Under 4511.19, if this is your first DUI/OVI conviction, you will be facing a first-degree misdemeanor with at least 3 days in jail (or up to 6 months) and a fine between $375 and $1,075, as well as a driver’s license suspension between 1 to 3 years. You may also be able to convince the judge to grant you limited driving privileges or unlimited driving privileges with a shorter license suspension by adding an ignition interlock device to your vehicle.

If this is your second DUI/OVI conviction within a six-year period, you could face a first-degree misdemeanor with at least 10 days in jail and a fine between $525 and $1,625, as well as a driver’s license suspension for 1 to 7 years. For your third DUI/OVI conviction within six years, you will be facing an unclassified misdemeanor with at least 30 days in jail (or up to 1 year), a fine between $850 and $2,750, or both, and a driver’s license suspension of at least 1 year and up to 12 years. For your fourth or fifth DUI/OVI, you face a fourth-degree felony with a minimum of at least 60 days in jail (or up to 1 to 5 years in prison) and a fine between $1,350 and $10,500, a driver’s license suspension for between 3 years to life, as well as being required to participate in a drug addiction program, and possibly the forfeiture of your vehicle. Lastly, if this is your sixth or more DUI/OVI offense, you face a third-degree felony with a mandatory sentence of at least 120 days in jail (or up to 1 to 5 years in prison), a fine between $1,350 and $10,500, mandatory participation in a drug addiction program, and the criminal forfeiture of your vehicle.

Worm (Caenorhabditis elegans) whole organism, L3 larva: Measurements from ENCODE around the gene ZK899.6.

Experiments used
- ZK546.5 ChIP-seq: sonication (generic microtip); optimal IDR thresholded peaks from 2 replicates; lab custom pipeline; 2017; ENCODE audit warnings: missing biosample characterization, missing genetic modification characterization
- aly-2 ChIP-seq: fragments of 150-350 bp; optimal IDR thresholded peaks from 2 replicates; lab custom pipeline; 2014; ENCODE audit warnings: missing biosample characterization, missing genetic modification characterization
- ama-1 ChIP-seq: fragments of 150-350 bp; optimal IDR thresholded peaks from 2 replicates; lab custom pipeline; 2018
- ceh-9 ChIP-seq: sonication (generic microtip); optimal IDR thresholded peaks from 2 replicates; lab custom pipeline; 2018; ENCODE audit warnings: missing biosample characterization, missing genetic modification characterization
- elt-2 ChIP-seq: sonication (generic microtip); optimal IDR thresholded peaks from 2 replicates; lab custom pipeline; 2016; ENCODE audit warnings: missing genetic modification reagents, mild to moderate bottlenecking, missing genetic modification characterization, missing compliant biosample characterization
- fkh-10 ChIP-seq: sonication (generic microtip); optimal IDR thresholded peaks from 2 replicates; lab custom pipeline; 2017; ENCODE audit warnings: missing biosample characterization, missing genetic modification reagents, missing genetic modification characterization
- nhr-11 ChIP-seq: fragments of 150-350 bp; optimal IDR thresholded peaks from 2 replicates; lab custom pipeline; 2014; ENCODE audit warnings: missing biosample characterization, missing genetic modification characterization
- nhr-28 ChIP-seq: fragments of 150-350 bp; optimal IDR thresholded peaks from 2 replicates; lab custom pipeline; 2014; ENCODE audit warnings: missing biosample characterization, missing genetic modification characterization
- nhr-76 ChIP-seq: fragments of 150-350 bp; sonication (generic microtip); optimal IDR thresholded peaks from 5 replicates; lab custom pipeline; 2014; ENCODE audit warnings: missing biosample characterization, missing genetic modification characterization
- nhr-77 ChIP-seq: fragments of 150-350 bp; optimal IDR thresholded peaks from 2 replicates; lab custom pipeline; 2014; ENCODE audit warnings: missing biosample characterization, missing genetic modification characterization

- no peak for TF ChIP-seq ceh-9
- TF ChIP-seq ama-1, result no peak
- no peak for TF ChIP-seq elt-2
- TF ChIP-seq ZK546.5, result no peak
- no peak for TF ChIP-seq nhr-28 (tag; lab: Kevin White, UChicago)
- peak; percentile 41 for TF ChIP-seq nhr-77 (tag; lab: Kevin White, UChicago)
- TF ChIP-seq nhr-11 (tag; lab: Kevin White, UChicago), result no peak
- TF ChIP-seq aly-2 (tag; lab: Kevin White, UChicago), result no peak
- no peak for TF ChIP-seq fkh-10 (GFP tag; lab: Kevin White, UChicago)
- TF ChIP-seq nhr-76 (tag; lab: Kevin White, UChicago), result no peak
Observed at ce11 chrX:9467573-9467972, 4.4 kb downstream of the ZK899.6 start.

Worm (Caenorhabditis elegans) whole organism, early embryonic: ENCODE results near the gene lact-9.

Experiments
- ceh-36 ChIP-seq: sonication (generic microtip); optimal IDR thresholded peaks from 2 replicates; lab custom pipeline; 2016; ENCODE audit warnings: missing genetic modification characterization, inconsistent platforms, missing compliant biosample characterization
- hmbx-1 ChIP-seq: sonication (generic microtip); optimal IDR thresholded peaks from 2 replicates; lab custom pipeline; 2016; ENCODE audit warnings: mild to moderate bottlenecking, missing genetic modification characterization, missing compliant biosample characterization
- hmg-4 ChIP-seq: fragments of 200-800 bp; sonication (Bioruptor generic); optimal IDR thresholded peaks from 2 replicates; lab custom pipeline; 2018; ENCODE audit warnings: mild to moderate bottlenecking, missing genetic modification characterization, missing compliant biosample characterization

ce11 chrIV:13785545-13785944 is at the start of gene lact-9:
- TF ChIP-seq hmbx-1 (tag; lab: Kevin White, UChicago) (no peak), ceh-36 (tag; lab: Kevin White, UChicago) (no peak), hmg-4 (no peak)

Is it dangerous to drive while high?

It is very dangerous to drive high, as marijuana is a drug and negatively impairs your driving, even though the effects may be somewhat different than the effect of alcohol on a driver. For instance, in one study published in Popular Science, scientists compared the effects of marijuana impairment on drivers versus alcohol impairment and found, “None of the doped-up or drinking drivers were models of safety on the road,” and that while marijuana-impaired drivers tended to drive slower than drunk drivers, they seemed to feel that they could compensate for marijuana’s effects on their driving, “but they can’t.”

If you have been arrested for driving under the influence of marijuana, you need to contact an experienced Ohio marijuana DUI criminal defense attorney as soon as possible to help you prepare your defense and attempt to have the charges reduced or dismissed or to reduce the penalties you will face as much as possible. A DUI/OVI charge is a very serious offense that can negatively impact your employment, criminal record, education, and life. Possible defenses that an experienced marijuana DUI defense attorney can use to help your case include moving to have your case dismissed if the arresting officer did not actually have reasonable cause to pull you over initially for the traffic stop or on suspicion for criminal activity. Your attorney can also challenge whether the officer had been properly trained in administering field sobriety tests, whether he actually administered the tests correctly to you, or whether any of the tests you were subjected to did not meet with national standards for such field sobriety tests. Other potential defenses include making sure that urine, saliva, or blood tests were administered properly and that the testing equipment was properly calibrated and maintained.